The inventory, which was improved by expert opinions, was pre-tested through participation by 15 volunteer patient relatives. These volunteers evaluated inventory items for readability, comprehensibility, sentence length, clearness and clarity of meaning to ready the inventory for implementation. After pre-testing, no changes to the content of the Turkish version were required.


The CCFNI Turkish version was implemented at Nazilli State Hospital in the city of Aydin, Turkey. The hospital serves a population of 350,000, and also a substantial amount of travelers since Aydin is located near a busy highway between megalopolis cities like Istanbul and holiday resorts in south Turkey. As Chien, Ip & Lee (2005) quoted, Stevens suggests that at least 200 cases are required for exploratory factor analysis to ensure the reliability of the factor structure. A convenience sampling of 204 family members of critical care patients admitted to ICUs from September to December 2012. However, eight relatives withdrew from the study, and five failed to complete the inventory. Thus, data were collected from 191 participants who were relatives of patients older than 18, with educational levels from 6th grade to university graduation, within 24–72 h of the patient’s hospitalization. In this study, the spouse and blood-related family members are considered relatives. After being informed about the study and voluntarily consenting to participate, relatives completed the self-reported inventory in 10–15 min.

Data analysis

Construct validity was examined with exploratory factor analysis (EFA) to explore a possible different factor structure of the inventory in the Turkish-speaking population (Buyukozturk, 2004). Sampling adequacy for factor analysis was measured by Kaiser-Meyer-Olkin (KMO) and Bartlett’s test of sphericity. Principal components analysis and Varimax rotation were used in factor analysis; eigenvalues, percentage of total variance explained, scree plot, and factor loadings were examined together. The factor in the steep curve of scree plot, before the first point that started the flat line trend, was identified as a “significant factor,” in other words, the number of factors with eigenvalues higher than 2 (Buyukozturk, 2004).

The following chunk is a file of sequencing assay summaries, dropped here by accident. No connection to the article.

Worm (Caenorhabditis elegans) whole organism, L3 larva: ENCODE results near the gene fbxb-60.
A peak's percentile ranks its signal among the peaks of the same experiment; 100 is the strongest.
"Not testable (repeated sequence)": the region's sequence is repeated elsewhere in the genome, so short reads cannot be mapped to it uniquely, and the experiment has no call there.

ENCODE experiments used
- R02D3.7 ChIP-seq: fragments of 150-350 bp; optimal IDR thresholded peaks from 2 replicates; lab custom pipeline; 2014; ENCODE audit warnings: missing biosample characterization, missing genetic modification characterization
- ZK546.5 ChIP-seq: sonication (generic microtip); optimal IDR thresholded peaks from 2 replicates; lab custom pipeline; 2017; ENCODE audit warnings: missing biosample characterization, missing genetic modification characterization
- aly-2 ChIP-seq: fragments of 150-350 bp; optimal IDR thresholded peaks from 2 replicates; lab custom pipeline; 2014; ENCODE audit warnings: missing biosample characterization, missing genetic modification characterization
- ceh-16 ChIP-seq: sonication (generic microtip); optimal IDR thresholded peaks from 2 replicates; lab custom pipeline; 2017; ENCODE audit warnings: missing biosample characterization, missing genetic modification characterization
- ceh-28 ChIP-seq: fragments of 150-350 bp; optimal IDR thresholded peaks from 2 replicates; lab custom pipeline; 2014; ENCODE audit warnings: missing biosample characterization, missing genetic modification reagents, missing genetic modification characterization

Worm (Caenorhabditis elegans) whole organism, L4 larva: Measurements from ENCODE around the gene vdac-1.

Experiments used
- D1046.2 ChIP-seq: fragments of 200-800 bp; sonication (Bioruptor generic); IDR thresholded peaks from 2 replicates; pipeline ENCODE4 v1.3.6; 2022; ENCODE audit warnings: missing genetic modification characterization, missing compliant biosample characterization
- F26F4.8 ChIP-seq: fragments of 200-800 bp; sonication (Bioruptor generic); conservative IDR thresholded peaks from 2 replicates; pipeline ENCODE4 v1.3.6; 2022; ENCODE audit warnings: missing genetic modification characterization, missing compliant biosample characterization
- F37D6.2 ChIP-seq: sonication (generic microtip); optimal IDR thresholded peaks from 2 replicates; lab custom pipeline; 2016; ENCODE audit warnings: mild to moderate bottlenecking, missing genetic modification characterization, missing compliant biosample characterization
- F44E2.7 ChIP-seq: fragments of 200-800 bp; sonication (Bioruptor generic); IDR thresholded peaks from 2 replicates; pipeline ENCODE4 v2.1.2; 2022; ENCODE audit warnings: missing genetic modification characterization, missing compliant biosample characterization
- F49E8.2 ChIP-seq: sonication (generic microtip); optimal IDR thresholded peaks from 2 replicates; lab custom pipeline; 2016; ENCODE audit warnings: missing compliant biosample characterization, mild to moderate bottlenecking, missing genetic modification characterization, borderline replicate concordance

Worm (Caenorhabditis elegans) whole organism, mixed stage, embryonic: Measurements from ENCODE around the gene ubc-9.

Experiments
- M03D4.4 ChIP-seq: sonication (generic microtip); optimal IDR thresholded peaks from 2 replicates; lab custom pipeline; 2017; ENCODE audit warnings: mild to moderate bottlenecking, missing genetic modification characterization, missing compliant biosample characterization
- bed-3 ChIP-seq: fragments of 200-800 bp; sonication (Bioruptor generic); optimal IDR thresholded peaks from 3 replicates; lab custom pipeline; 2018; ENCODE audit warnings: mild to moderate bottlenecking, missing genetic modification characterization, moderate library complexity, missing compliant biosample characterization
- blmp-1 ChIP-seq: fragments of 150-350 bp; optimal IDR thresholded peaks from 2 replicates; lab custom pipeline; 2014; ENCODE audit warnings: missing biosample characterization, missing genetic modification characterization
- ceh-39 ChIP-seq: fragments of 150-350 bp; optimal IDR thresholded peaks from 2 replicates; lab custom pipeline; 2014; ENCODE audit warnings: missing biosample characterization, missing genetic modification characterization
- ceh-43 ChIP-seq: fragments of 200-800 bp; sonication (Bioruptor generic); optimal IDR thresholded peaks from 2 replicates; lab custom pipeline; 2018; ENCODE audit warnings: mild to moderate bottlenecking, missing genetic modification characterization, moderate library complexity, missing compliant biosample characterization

Discriminant validity analysis was conducted by student t-test and effect size to support construct validity. The relationship between variables of the patient’s diagnosis, relative’s gender, degree of relatedness, and scores obtained from the entire inventory and its subscales were evaluated.

Reliability analysis was performed by calculating Cronbach’s alpha coefficients of the entire inventory, its subscales, and item-total correlation coefficients.

Significance level was set at 0.05 for all tests, and the confidence interval was 95%. Statistical analysis was performed using PASW statistics for Windows (SPSS, Inc., IBM) version 21.0.

Ethical considerations

Written permission to adapt the inventory for the Turkish population was obtained from both Nancy C. Molter and Jane S. Leske. Official permission of Aydin Health Directorate and approval of Ege University School of Medicine’s Research Ethics Committee were granted (Approval number 12-09/12). Participants were informed of the study’s aims and methods and of their ability to leave the study anytime they wanted without any consequence to the patient’s care. They were enrolled in the study only after their consent was obtained.